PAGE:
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  • Ian Thompson

Continuing an Ancient Harvest

It’s one of our favorite seasons at Nan Awaya Farm: the sand plum harvest is upon us! These colorful gems of bold, native flavor can’t be found in any grocery store that I know about. They can only be gotten by going out and hand-gathering them in the sand plum thickets growing on prairie remnants or along the roadsides across a broad swath of the country.

Amy’s family introduced me to this amazing native fruit on one of my first visits to their house shortly after she and I had met. On the edge of Amy’s grandmother’s trust land was a grove of short-statured plum trees bearing quarter-sized red and orange fruits. Amy and her mom taught me how to find the ripe ones - you can feel the surface of the plum give a little bit when you gently pinch the fruit between a thumb and forefinger. Over the course of that weekend, Amy and I filled grocery sacks up with them, picking from the trees and gathering from the ground underneath where the wind had already dropped the ripest ones for us.

A lot of people in our area think of sand plums in connection with home made jelly. That’s fine, but to me adding in all of that sugar diminishes their taste, not to mention their natural health benefit. Good sand plums have an amazing and diverse flavor all on their own. Fruits toward the riper end of the spectrum have a taste similar to a red plum from the grocery store, but often with a sweet, candy-like bouquet. Personally, my favorite sand plum flavor lies more toward the opposite end of the ripeness spectrum, where the sour exceeds the sweet.

The fruits from sand plum trees (Prunus angustifolia), also known as the Chickasaw plum, have been eaten as long as there have been humans living on this continent. They're a part of the traditional foodways of Tribes spanning from peninsular Florida to the High Plains of southeastern Colorado. The original Choctaw word for native plums, including the sand plum is takkon. Through time, that name has changed to accommodate similar fruits that arrived with colonization. For example, the Choctaw word takkon today refers to the peach, which was originally introduced by the Spanish conquistadors. Taklushi (literally “little peach) is the Choctaw name for the domesticated plum available in groceries stores - some varieties of which were created by crossing native plums with plums from Europe. Today, the sand plum bears the cumbersome Choctaw name issi italkushi (literally the “deer’s little peach”). This phenomenon - things introduced by colonization displacing the original native names for native things is known as "linguistic reversal". Interestingly, linguistic reversals have happened with at least 16 other Tribes' names for wild plum.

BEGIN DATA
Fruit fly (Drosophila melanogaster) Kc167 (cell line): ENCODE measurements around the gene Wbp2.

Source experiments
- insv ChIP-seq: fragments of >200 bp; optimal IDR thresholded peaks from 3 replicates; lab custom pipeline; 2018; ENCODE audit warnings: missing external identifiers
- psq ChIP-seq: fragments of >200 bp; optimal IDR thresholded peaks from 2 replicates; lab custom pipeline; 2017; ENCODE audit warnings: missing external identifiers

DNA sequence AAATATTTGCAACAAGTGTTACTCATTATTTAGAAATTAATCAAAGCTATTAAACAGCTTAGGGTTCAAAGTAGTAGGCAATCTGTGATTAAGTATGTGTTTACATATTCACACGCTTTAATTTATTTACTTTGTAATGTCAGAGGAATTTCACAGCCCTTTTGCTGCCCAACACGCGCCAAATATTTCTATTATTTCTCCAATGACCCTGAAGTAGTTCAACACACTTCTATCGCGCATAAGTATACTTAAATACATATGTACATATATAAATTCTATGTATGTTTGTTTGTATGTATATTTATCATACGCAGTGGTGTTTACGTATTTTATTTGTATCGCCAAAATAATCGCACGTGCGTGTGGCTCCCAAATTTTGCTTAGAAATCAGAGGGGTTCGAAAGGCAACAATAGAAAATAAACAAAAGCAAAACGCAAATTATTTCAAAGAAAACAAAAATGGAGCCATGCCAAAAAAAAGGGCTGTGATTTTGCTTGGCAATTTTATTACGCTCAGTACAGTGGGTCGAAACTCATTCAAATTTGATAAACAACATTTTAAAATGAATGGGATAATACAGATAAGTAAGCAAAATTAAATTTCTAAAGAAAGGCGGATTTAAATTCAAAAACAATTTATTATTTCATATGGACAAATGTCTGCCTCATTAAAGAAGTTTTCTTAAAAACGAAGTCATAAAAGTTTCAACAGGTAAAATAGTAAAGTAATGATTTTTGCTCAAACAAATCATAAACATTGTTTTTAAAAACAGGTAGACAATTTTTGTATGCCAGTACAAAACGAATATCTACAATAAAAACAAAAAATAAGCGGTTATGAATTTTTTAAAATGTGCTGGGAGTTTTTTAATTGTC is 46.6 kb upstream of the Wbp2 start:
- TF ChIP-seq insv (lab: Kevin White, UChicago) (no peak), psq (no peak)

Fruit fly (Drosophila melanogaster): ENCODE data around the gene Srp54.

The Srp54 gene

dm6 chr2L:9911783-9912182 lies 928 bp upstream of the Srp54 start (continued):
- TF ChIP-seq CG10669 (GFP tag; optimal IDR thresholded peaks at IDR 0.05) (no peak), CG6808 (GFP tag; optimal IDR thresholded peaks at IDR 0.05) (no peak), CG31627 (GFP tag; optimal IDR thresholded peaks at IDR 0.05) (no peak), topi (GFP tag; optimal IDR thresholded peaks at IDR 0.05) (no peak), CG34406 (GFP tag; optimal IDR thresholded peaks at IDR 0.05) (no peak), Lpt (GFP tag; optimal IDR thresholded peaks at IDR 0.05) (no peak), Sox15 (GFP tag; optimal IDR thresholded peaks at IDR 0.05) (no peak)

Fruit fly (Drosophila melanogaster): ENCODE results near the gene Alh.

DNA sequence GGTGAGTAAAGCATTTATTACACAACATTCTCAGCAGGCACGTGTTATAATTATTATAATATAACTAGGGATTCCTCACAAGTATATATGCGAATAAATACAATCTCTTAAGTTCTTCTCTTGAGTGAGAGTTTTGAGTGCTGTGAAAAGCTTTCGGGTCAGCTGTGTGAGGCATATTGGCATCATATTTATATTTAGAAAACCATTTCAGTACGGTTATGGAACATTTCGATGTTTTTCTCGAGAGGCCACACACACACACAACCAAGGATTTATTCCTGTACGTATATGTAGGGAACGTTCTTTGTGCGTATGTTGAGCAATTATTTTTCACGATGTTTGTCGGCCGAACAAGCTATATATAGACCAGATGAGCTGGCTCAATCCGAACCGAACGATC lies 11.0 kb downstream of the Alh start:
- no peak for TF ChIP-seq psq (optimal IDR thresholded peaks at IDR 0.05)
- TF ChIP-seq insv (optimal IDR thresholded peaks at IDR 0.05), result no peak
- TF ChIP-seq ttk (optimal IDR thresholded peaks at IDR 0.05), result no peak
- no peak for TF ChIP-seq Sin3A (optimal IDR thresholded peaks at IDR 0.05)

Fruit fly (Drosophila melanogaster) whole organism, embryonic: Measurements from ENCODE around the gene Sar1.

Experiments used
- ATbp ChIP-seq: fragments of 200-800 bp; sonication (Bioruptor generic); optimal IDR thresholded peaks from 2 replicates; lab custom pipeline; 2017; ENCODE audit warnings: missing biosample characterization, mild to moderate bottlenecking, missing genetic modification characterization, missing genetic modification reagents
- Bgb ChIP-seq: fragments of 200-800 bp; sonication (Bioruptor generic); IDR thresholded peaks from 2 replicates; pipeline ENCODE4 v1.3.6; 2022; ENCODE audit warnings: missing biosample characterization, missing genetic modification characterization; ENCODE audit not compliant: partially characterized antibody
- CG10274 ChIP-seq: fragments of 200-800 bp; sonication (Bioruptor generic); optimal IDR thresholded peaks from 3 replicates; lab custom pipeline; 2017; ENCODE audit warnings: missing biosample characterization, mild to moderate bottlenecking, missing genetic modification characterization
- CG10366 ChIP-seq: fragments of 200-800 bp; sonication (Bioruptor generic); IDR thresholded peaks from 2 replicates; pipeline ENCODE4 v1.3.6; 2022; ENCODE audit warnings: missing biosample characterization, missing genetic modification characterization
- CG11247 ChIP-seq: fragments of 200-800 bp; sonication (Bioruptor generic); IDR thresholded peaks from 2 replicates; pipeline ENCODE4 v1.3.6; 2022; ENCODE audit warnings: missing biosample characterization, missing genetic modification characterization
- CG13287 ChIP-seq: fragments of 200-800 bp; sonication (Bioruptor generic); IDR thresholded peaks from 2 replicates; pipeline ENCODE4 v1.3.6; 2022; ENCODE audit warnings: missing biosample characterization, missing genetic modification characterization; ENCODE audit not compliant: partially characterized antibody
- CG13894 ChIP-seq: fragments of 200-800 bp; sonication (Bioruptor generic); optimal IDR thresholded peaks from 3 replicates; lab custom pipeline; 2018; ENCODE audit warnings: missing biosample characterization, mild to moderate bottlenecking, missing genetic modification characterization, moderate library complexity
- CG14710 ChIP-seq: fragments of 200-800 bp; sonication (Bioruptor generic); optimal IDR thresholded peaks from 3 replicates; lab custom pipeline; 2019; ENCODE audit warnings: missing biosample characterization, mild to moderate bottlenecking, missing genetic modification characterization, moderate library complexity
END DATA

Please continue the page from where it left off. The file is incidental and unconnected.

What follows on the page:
We had a few small groves of wild sand plums on our starter farm, but we made our huge front yard into an orchard. We planted about five dozen sand plum trees in evenly spaced rows as its core. Never heard of a sand plum orchard? At the time, we hadn't either, but we later learned that sand plum trees were planted at George Washington’s Mount Vernon estate. They were also planted at Thomas Jefferson’s Monticello estate in eight different locations. They continue to be the healthiest plants growing on that property more than 200 years later. We enjoyed the fruit from our sand plum orchard. We let any passers by who asked us pick. We took amusement from the creative stories spun by strangers who pulled up to pick them without permission and got caught literally standing in our front yard. They could have some too-if they didn't just run off.